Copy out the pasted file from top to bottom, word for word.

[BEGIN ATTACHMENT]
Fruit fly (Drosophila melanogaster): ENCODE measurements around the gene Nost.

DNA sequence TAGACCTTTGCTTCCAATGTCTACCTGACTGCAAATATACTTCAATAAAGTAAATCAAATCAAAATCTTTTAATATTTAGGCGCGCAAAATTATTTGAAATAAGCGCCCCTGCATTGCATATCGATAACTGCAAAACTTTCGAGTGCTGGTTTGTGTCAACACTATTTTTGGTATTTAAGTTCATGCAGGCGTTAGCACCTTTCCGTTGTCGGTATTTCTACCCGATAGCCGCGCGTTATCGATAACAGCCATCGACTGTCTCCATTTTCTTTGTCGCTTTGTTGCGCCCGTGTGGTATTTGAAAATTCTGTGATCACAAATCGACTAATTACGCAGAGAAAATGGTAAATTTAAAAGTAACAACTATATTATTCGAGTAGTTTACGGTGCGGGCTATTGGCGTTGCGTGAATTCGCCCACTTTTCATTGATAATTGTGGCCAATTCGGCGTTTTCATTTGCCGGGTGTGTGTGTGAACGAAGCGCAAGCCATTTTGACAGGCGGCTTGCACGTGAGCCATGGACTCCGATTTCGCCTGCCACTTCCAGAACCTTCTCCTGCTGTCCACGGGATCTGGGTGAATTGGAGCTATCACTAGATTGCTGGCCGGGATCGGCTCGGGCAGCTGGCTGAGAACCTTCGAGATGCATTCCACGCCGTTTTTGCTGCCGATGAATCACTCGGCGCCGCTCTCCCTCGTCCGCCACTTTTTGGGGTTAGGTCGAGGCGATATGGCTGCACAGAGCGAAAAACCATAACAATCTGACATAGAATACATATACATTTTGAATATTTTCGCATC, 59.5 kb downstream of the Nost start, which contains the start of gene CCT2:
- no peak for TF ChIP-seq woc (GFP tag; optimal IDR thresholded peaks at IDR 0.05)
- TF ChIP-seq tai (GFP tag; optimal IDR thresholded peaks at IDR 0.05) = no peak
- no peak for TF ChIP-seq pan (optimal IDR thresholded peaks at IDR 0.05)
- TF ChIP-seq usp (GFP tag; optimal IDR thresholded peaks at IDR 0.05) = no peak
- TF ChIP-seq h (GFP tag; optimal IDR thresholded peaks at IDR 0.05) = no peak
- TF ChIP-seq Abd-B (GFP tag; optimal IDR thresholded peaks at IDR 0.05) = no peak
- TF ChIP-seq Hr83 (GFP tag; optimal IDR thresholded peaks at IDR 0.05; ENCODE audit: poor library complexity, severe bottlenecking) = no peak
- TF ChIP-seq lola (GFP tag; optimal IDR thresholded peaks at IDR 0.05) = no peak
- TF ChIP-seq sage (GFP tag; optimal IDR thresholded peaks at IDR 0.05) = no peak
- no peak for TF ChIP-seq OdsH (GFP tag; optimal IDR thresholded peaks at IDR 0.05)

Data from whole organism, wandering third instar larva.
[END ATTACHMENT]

Fruit fly (Drosophila melanogaster): ENCODE measurements around the gene Nost.

DNA sequence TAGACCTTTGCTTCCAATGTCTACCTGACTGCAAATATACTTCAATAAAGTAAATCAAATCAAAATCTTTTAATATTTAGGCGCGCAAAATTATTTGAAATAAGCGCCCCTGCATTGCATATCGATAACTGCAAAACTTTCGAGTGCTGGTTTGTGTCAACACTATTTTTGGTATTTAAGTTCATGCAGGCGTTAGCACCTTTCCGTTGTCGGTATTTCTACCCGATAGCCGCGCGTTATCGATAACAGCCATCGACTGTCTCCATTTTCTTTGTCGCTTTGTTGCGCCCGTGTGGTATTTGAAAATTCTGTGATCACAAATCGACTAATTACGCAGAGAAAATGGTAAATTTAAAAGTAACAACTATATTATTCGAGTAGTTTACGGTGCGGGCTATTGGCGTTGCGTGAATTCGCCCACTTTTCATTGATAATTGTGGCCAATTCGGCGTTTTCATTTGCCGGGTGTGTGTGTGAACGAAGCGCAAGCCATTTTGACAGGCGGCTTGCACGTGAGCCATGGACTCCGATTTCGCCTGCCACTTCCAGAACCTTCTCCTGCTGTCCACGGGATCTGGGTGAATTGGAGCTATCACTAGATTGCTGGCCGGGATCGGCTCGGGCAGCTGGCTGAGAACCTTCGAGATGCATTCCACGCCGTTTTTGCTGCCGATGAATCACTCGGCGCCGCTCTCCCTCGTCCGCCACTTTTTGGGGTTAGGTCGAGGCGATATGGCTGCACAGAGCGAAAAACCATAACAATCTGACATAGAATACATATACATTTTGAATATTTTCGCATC, 59.5 kb downstream of the Nost start, which contains the start of gene CCT2:
- no peak for TF ChIP-seq woc (GFP tag; optimal IDR thresholded peaks at IDR 0.05)
- TF ChIP-seq tai (GFP tag; optimal IDR thresholded peaks at IDR 0.05) = no peak
- no peak for TF ChIP-seq pan (optimal IDR thresholded peaks at IDR 0.05)
- TF ChIP-seq usp (GFP tag; optimal IDR thresholded peaks at IDR 0.05) = no peak
- TF ChIP-seq h (GFP tag; optimal IDR thresholded peaks at IDR 0.05) = no peak
- TF ChIP-seq Abd-B (GFP tag; optimal IDR thresholded peaks at IDR 0.05) = no peak
- TF ChIP-seq Hr83 (GFP tag; optimal IDR thresholded peaks at IDR 0.05; ENCODE audit: poor library complexity, severe bottlenecking) = no peak
- TF ChIP-seq lola (GFP tag; optimal IDR thresholded peaks at IDR 0.05) = no peak
- TF ChIP-seq sage (GFP tag; optimal IDR thresholded peaks at IDR 0.05) = no peak
- no peak for TF ChIP-seq OdsH (GFP tag; optimal IDR thresholded peaks at IDR 0.05)

Data from whole organism, wandering third instar larva.